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63rd IFLA General Conference - Conference Programme and Proceedings - August 31- September 5, 1997

Bulgarian Libraries Bridging Information Gaps to Disadvantaged Persons

Dimitriyka N. Stefanova,
Research Worker,
St. st. Cyril and Methodius National Library,


Since the late 1980s a new topic in Bulgarian librarianship has been developing, and the Bulgarian National Library has initiated a new service area: library services to disadvantaged persons. This paper briefly describes the main trends and activities that have occurred during the period of 1990-1996: research projects; education and training of library staff; joint activities by the National Library and some public libraries; and international cooperative ventures.

The paper also describes the socalled "special" libraries, which serve specific groups of disadvantaged persons: prisoners, hospital patients, and visually impaired persons. Also included are the results from research during the 1990s showing the current level of library services to each of these groups.

The paper concentrates on the pioneering efforts of three large public libraries. The favorable as well as adverse conditions under which they operate are described, as are their service programmes to disadvantaged persons and the results of such programmes.


National Library

At the St. st. Cyril and Methodius National Library, systematic research on library services to persons with special needs began in the late 1980s. The document entitled Programme of Public Libraries Serving Disadvantaged Persons (1990) was the first result of research in this new field. During the period of 1990-1996, key activities in the area of library services to persons with special needs were:

  1. Research projects;

  2. Education and training of library staff;

  3. Joint activities of the National Library and some public libraries for serving disadvantaged persons;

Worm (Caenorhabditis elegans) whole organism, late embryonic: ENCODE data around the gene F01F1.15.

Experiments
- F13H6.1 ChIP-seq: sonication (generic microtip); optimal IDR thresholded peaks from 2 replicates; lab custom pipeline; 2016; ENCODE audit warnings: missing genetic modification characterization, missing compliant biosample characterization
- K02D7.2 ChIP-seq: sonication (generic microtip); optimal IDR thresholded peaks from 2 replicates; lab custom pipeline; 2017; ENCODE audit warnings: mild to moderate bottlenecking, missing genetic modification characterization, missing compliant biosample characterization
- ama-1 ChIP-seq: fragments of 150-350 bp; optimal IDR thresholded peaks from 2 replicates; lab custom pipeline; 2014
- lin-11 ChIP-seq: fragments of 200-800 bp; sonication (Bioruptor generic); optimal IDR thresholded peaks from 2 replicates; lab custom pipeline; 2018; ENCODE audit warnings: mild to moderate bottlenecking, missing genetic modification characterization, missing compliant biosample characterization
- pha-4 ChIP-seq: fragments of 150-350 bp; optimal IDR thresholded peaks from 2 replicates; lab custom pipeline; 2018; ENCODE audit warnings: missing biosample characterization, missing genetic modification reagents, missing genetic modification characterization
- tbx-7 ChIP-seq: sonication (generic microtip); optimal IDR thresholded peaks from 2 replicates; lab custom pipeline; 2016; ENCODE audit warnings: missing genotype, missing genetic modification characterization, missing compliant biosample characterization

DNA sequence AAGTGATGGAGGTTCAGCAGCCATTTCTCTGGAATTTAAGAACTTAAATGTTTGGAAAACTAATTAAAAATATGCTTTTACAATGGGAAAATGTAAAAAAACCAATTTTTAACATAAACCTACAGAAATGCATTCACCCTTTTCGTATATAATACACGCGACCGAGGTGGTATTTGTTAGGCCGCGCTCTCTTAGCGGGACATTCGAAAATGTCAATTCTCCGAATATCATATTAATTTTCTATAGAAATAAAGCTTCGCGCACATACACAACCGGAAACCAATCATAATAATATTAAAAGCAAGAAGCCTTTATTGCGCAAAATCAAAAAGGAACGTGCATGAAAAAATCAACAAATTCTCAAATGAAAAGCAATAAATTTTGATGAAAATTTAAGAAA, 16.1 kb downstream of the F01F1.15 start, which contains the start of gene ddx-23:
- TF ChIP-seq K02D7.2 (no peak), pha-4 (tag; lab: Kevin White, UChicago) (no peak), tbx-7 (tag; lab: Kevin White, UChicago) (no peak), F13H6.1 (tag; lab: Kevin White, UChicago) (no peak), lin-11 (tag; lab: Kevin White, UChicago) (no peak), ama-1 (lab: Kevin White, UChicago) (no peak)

4. International cooperative ventures.

The following research reports are of particular interest: Bulgarian Prison Libraries (1992), Library Services to Disadvantaged Persons (1994), Library Services to Hospital Patients (1996), and Braille Books and Magazines in Bulgaria (1996).

The National Library offers continuing education to library staff in service to different groups of disadvantaged persons. A special course on how to serve these population groups has been introduced in the library school curricula. At the Sofia State University this course is elective, but at the Library College it is mandatory.

Since 1992 a specialist from the National Library has been a corresponding member of IFLA’s Section for Libraries Serving Disadvantaged Persons. In 1993 the National Library hosted the travelling exhibition Books for Disabled Young People , organised by the International Board on Books for Young People. Contacts have been established with libraries in other countries and materials have been received from the Gallaudet University Library (USA), Stockholm Public Library (Sweden), and Seattle Public Library (USA).

Until 1990 there were no laws in Bulgaria regulating library services to disadvantaged persons. Regretfully, during the period surveyed (1990-1996) no improvement in this sphere occurred. A new Library Law proposal, drafted in 1991-1992, has not yet been enacted by the government.

Special libraries

Special libraries serve visually impaired persons. The library of the National Society for the Blind "Louis Braille" was opened in Sofia in 1928. Currently it is the only library which provides readers with braille books and magazines. At the end of 1996, the library collection numbered 1763 titles of fiction for children and adults. Most of these titles are handwritten and available in one copy. Since 1995 the National Society of the Blind has been using electronic technology for braille books production. Readers living in Sofia (a total of 74) have materials delivered to their homes by car, whereas readers outside the city (a total of 20) receive materials at no cost through the mail. Affiliated with the Union of the Blind, a network of seven talking books libraries has been established. Sofia Library, opened in 1960, is central. At the end of 1996, it owned a collection of 4040 titles: fiction for children and adults, nonfiction, university textbooks, reference books and magazines. During the same year (1996), 213 readers borrowed 9834 items. Talking books and magazines are recorded in the studios of the Union of the Blind and are distributed to the network libraries free of charge. These libraries serve only members of the Union of the Blind.